Pink Slips Come With a Big Heart In Japan Layoffs
Closure of a coal mine shows how Japan treats workers to keep unemployment low
A Japanese flag quivers from a rooftop flagpole over a hole in the ground called the Mikawa incline, the main entrance to Japan's biggest and oldest coal mine. The wind has shredded the banner nearly in half, the red rising sun now a jagged semicircle.
On March 30, the Mitsui Coal Mining Co. shut down the Miike mine, one of the final acts in the withering of Japan's once-extensive coal industry. At Mikawa, equipment rusts, weeds prosper, stray cats wander. "It really feels dead," sighs miner Tadashi Irifune.
Despite this air of decay, there is also something enduring here - the respect that corporate Japan maintains for its workers. Roughly 900 miners and 300 other employees have been dismissed, but union leaders say the process has been fair.
On average, the Miike workers leave their jobs with more than $100,000 in lump-sum severance payments, plus pensions down the road.
Not only has the government provided a quarter of the total cost of shutting down the mine, but Mitsui Coal Mining and employee unions have negotiated the closure without demonstrations, slowdowns, or strikes.
Miike's size and history - its coal fueled both the war machine of Imperial Japan and the initial stages of the country's post-World War II economic boom - make it exceptional.
Those dismissed from other mines have not been treated as generously.
Other kinds of workers in modern-day Japan are finding that the system of lifetime employment and seniority-based promotions and pay hikes is being modified at their expense. Women and part-timers generally have been denied these benefits.
But in many ways Japan remains a workers' paradise. The unemployment rate, at 3.4 percent despite nearly a decade of economic stagnation, is the envy of the industrialized world.
Companies routinely sacrifice efficiency in order not to let workers go. When they do, the process has little of the brutality and suddenness that have come to characterize layoffs and factory closures elsewhere.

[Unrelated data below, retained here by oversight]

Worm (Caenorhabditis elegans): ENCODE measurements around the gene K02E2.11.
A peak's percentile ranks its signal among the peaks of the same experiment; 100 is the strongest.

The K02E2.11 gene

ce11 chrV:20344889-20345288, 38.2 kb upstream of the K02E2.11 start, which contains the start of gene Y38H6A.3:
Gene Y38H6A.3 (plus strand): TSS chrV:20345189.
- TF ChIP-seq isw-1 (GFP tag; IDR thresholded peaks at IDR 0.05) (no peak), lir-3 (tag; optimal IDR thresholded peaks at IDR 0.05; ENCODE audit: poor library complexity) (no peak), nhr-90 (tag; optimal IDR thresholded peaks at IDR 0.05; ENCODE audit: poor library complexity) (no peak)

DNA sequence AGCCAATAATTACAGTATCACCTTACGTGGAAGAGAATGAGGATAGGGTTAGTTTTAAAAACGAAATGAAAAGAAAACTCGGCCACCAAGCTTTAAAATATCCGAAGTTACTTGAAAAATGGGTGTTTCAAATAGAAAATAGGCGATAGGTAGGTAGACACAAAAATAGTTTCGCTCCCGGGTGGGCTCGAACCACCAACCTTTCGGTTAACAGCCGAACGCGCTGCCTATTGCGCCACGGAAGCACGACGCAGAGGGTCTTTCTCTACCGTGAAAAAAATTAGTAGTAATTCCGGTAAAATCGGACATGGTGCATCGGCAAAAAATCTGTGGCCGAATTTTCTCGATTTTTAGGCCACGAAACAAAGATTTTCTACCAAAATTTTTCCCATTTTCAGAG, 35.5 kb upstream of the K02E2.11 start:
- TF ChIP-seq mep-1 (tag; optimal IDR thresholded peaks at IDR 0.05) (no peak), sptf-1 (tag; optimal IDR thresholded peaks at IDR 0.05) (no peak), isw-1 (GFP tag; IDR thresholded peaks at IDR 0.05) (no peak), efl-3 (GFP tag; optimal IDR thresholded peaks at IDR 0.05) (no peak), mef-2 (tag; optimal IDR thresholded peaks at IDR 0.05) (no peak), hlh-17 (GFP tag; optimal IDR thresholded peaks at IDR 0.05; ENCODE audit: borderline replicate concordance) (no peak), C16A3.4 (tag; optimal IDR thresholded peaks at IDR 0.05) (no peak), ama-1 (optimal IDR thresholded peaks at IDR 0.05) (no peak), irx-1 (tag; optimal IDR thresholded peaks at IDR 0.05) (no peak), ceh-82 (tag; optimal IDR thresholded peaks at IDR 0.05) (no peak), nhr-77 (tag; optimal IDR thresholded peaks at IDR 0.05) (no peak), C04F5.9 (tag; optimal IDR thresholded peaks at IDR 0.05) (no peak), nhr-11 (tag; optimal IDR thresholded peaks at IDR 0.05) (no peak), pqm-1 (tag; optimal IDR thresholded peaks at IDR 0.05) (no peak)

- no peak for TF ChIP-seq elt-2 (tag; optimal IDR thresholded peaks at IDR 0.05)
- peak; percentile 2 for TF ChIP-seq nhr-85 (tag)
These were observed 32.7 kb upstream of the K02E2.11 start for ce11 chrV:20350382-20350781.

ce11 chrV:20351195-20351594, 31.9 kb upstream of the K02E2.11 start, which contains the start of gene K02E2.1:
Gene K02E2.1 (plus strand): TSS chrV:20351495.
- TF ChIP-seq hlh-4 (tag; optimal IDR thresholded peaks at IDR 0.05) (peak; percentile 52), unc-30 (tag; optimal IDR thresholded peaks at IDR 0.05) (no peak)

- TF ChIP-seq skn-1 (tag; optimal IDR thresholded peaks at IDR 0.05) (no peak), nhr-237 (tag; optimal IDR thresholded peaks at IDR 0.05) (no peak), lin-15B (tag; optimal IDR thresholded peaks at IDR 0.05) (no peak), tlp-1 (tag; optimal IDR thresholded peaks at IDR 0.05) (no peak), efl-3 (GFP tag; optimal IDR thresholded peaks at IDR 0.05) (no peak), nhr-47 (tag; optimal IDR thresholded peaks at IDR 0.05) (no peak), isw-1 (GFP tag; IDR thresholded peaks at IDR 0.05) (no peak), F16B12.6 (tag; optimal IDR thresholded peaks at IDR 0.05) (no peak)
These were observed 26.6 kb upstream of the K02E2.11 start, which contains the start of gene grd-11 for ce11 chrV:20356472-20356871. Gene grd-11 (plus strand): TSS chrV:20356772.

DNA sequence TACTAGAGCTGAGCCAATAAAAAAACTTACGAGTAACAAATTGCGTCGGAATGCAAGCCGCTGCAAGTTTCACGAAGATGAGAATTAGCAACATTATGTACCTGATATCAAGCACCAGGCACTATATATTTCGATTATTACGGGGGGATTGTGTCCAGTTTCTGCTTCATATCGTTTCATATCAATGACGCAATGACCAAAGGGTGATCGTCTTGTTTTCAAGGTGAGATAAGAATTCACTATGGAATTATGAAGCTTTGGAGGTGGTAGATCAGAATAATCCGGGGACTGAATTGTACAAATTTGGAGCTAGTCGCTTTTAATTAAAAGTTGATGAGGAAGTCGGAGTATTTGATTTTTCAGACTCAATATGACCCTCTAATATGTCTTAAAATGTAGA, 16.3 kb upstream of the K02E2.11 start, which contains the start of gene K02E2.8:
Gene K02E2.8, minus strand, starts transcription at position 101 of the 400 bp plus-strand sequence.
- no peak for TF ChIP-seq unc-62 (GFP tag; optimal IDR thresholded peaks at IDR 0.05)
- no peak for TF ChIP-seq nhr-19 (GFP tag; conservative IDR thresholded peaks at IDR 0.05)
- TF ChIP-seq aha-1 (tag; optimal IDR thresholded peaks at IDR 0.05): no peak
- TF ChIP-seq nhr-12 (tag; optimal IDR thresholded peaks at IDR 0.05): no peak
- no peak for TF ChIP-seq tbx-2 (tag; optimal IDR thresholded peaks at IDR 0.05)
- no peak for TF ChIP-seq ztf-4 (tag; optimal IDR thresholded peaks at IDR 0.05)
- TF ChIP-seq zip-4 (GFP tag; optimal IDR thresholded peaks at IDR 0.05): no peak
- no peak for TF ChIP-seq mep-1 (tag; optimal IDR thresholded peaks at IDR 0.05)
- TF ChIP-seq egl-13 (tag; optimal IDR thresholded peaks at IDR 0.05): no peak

This corporate kindness may not last forever.
Haruo Shimada, a labor economist at Keio University in Tokyo, says Japan's "caring mentality" is a product of post-World War II economic success.
As the working population declines and rapid growth becomes an even more distant memory, "the Japanese economy will not be able to afford this kind of lavish treatment," Professor Shimada says.
A company man
In a gray-stone office building in central Tokyo, Minoru Sasaki, a gray-suited Mitsui Coal Mining personnel officer, considers the relative ease with which managers in other countries can get rid of employees. "To be honest," he says, "I sometimes feel envious of labor practices overseas." But he explains that in Japan, things are different.
First there is the matter of corporate image. A company that lays off employees because of a business slump is seen as a "villain," Mr. Sasaki explains. If an entire industry collapses, as coal has done in Japan, letting go of workers has to be done with a sense of "responsibility," he adds, which means providing severance packages and arranging job offers at related companies.
In the case of Miike, the company also had a lot of help from the government. It is costing Mitsui 40 billion yen ($357 million) to close the mine, Sasaki estimates, of which the government is providing 11 billion yen.